Utah now has 29 cases of coronavirus: ‘Take this seriously.’
(AP Photo/Rick Bowmer) Negative pressure tents, center, are shown outside the University of Utah Hospital, Monday, March 9, 2020, in Salt Lake City. The tents allow people to be tested for coronavirus without having to go inside the hospital building.
Editor’s note: The Salt Lake Tribune is providing readers free access to critical local stories about the coronavirus during this time of heightened concern. See more coverage here. Update: New numbers have been reported by the Health Department on Monday. The number of cases now stands at 29. More information is available here. The Utah Department of Health reported two additional coronavirus cases
on Sunday, bringing the number of residents with a confirmed diagnosis to 21. Two new illnesses among visitors pushed that total to seven.
And an increasing number of cases is likely to become the norm as more people are tested for COVID-19, said department spokeswoman Jenny Johnson. “Cases will go up every day from here on out.”
A University of Utah geneticist said Sunday afternoon that he holds the distinction of being the first patient to land in the university hospital’s intensive care unit from COVID-19.
Clement Chow, a professor who leads a U. genetics lab, tweeted Sunday that he had experienced a low-grade fever for a couple of days, then had a bad cough that turned into respiratory failure. By Thursday, he was in the intensive care unit on oxygen.
“I was the first COVID19 patient in the ICU on Thursday. Now there are many more,” Chow tweeted.
“Important point: we really don’t know much about this virus. I’m young and not high risk, yet I am in [the] ICU with a very severe case,” tweeted Chow, who is 38.
Chow said he has met with an epidemiologist to try to pinpoint when he might have been exposed to the virus, but he was not specific as to where that might have been.
Salt Lake County has 14 confirmed cases of COVID-19, and health officials have said they believe all of them were tied to travel or direct contact with a person who did travel. Eleven of those cases involve adults, and the other three are children.
One of the two cases added to Utah’s total number of resident cases Sunday was a newly diagnosed patient from Davis County, bringing the county’s total to three.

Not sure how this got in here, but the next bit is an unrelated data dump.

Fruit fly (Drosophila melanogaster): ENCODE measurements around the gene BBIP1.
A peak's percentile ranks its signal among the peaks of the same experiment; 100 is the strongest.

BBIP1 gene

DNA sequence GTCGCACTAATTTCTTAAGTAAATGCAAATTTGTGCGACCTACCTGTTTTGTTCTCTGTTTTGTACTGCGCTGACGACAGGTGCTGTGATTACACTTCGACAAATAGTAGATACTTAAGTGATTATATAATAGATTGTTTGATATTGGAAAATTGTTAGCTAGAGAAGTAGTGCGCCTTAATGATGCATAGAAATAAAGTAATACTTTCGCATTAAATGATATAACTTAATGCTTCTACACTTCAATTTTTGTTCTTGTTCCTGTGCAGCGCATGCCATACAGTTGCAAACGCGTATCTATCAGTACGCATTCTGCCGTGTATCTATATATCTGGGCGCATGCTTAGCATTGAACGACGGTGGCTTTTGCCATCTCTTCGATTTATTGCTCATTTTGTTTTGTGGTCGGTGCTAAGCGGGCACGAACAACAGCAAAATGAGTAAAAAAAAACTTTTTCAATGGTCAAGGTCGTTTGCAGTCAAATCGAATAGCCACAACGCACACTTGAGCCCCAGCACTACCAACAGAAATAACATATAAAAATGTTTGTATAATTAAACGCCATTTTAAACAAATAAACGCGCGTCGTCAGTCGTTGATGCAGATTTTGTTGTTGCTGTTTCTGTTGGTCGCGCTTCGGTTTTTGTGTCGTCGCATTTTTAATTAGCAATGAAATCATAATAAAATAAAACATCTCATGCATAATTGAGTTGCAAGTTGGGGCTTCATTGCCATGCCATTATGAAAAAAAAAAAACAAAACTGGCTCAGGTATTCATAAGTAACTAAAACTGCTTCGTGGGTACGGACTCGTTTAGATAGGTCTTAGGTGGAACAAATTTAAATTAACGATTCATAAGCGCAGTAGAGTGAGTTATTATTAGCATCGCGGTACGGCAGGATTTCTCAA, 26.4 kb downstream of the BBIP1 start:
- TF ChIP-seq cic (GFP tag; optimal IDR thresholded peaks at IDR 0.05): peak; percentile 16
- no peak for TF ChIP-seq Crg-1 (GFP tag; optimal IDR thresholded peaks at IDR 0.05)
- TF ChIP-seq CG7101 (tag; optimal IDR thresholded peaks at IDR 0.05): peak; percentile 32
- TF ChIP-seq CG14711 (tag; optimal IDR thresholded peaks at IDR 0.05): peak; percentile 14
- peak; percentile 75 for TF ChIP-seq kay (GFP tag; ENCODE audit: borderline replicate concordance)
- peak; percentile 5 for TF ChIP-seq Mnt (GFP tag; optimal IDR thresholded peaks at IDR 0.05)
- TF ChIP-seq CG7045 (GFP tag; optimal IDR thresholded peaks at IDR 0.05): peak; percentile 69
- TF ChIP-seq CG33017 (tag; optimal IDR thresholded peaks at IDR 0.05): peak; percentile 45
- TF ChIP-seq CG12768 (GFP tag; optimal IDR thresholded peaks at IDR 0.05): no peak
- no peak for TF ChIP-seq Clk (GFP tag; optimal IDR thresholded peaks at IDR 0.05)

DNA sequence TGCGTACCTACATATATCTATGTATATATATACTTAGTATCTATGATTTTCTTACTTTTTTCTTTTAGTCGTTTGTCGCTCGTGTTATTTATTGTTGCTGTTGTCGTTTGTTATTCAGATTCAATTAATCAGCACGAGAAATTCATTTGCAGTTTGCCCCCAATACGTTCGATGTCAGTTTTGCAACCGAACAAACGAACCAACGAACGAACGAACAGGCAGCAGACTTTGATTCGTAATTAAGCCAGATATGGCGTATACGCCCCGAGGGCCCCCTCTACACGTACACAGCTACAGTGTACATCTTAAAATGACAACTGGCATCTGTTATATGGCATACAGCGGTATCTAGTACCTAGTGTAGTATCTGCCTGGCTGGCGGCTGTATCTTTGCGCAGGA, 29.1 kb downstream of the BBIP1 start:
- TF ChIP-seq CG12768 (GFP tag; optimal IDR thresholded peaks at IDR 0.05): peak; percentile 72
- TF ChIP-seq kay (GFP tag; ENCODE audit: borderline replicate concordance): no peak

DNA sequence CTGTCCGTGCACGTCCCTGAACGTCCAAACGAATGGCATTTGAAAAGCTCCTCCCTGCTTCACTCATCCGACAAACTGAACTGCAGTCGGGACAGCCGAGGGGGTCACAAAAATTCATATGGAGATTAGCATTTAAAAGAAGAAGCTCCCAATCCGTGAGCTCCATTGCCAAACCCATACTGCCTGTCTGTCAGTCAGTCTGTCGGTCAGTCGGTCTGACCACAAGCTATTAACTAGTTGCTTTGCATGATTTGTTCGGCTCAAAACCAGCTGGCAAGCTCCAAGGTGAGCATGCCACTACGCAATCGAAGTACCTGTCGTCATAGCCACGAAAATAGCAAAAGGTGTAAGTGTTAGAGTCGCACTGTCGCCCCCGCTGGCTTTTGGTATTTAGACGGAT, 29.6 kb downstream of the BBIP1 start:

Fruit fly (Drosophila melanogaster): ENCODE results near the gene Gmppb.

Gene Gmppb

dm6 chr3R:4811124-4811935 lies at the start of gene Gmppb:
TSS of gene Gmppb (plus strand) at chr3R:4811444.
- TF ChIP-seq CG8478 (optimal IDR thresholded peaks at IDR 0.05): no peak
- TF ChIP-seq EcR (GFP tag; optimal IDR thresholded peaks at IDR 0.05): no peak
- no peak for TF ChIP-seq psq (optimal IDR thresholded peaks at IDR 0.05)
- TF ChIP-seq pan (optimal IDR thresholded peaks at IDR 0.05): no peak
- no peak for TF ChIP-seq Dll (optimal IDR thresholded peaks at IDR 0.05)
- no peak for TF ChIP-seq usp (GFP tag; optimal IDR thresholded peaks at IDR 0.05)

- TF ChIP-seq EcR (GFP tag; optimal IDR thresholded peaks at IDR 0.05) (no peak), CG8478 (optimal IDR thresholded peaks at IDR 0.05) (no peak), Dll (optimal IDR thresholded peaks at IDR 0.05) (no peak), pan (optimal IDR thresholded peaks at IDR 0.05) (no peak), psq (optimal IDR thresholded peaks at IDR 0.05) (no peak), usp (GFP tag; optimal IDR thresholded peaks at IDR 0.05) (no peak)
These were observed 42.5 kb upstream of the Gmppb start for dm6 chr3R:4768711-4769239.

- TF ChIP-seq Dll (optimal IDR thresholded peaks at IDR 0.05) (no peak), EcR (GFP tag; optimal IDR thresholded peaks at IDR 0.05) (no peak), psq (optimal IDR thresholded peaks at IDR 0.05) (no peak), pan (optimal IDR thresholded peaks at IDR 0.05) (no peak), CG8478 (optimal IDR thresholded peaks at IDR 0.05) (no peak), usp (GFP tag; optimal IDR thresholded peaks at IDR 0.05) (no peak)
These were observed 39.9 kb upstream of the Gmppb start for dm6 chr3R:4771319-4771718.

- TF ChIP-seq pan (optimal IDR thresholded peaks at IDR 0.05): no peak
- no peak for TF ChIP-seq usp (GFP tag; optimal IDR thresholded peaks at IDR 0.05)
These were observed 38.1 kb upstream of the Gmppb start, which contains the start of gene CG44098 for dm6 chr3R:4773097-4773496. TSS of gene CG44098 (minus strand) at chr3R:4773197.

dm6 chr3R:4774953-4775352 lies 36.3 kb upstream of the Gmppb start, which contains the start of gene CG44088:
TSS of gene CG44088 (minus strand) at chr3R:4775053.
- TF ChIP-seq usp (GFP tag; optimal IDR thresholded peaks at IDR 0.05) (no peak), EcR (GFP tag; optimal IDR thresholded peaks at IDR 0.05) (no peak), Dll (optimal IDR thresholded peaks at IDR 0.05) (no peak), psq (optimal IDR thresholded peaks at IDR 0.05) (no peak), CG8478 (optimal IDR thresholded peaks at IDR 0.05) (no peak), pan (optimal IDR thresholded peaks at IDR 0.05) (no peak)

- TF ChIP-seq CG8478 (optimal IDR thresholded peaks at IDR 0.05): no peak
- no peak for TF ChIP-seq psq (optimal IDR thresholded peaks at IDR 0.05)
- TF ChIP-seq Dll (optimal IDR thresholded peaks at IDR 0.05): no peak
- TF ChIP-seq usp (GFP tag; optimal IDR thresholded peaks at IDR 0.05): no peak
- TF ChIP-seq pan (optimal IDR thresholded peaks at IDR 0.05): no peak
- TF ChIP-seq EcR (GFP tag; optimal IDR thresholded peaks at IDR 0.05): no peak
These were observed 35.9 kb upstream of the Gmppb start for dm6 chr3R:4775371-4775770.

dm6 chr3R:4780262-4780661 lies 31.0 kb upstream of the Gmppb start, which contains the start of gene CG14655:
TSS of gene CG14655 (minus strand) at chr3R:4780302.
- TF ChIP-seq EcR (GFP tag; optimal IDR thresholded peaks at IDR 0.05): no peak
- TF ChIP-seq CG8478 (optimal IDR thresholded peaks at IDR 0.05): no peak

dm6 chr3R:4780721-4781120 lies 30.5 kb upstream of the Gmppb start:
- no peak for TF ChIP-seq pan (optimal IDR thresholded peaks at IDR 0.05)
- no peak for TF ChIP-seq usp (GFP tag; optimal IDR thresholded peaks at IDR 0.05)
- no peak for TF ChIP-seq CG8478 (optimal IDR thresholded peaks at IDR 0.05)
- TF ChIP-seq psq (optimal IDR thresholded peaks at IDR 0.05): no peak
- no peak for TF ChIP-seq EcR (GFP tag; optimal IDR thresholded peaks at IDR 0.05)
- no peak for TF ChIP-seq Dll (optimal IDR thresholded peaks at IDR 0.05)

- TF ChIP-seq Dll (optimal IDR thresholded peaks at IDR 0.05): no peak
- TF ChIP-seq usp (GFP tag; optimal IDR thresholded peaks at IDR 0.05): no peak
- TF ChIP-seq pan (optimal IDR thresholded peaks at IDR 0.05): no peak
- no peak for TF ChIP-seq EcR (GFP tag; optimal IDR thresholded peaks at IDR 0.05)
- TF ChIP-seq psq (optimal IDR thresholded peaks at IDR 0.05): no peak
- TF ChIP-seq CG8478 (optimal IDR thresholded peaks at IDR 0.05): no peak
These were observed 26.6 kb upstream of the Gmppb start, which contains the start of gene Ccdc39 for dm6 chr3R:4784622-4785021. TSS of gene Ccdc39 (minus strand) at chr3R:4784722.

The other added case was, for the first time, a patient from St. George. But it isn’t a new case.
It is Mark Jorgensen, who had been treated at Intermountain Medical Center in Murray
after contracting the virus on the Diamond Princess cruise ship with his wife, Jerri.
“Now that we are seeing an increase in numbers, we made the decision to count him in our case total,” Johnson said. Since being released to his home in St. George, Jorgensen has been monitored by Utah health agencies.
The new total for nonresident cases includes a visitor in Utah County who tested positive, according to the updated figures. Before Sunday, the nonresident cases had all been in Summit County, which now has six.
The state reached a turning point on Saturday when it had the first documented case where the source of the virus is unknown — what public health officials call community spread. That COVID-19 diagnosis, of a doorman at a popular bar on Park City’s Main Street, prompted the closure of nearby ski resorts.
And on Sunday, the Summit County Health Department ordered a 30-day shut down of businesses where “people tend to gather.” It includes all “resorts, restaurants, taverns, bars, entertainment venues, fitness and exercise facilities, spas and churches."
It will be reviewed in two weeks, officials said. To ensure that food is still available, grocery stores will remain open and restaurants can continue serving on a limited basis, through curbside take-out or drive-thru service on a noncash basis.
While there has been a shortage of diagnostic tests in Utah — a problem that has plagued the nation — private labs are expected to make more testing available in coming days.
“The more tests we do, the more cases we will find,” said Johnson. “And, just like we have seen everywhere else, we will see numbers go up."
Besides hand-washing and staying home if you feel sick, Johnson said, avoiding large crowds — called social distancing — is the “best thing people can do right now."
“They have to take this seriously,” she said, “to protect the most vulnerable in our communities.”
Tribune columnist Robert Gehrke contributed to this report.
(Christopher Cherrington | The Salt Lake Tribune)